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A long relationship, no membership: Turkey and the European Union. An investigation of cultures and identities standing in the way of accession.


  • Maria Højer Romme

Summary, in English

The aim of this study is to investigate and establish culture and identity issues potentially standing in the way of Turkey becoming a member of the European Union.
It has been more than 50 years since Turkey first showed intents to become member of the collaboration, which today is called the European Union. In 1999, Turkey was officially recognized as a candidate for full membership. Since then the accession process has moved in slow motion or reached a complete stalemate. The research, analysis and discussions in this thesis try to provide answers to why this is.
Through theories of ethno-symbolism and constructivism, identities and social discourse are examined in Turkey and in the European Union.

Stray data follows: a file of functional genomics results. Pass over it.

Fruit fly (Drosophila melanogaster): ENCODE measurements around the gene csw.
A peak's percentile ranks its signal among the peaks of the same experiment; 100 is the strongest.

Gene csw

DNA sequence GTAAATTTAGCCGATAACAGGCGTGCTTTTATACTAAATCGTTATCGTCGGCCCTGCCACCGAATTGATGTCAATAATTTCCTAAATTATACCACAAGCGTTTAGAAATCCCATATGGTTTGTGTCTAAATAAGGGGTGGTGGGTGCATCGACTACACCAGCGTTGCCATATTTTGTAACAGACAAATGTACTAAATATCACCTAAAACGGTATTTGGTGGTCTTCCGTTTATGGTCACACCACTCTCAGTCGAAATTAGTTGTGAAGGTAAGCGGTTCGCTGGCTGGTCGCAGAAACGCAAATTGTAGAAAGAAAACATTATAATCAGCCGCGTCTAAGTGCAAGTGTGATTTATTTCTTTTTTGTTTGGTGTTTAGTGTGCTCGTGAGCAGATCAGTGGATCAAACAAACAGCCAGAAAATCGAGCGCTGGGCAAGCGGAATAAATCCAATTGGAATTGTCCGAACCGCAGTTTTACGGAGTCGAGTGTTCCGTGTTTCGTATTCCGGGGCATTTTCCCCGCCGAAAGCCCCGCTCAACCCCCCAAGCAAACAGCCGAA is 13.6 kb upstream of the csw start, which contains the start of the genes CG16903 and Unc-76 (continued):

Whether or not a common European identity exists is, as this thesis will explain, not a question easily answered. This thesis is written on the basis that identities are founded in common history, culture and political understanding.
The analysis and discussion in the paper outline arguments that indicate specific differences between European and Turkish identity such as ethnic traditions and cultures. Furthermore, different views on democracy in Turkey and in the EU are also discussed. It is the conclusion of this thesis that these differences arguably create obstacles for a future Turkish membership and possibly will continue to do so for a long time.


Publishing year




Document type

Student publication for Master's degree (two years)


  • Social Sciences


  • The European Union
  • Turkey
  • Culture
  • Identity
  • Ethno-symbolism
  • Constructivism


  • Vassilis Petsinis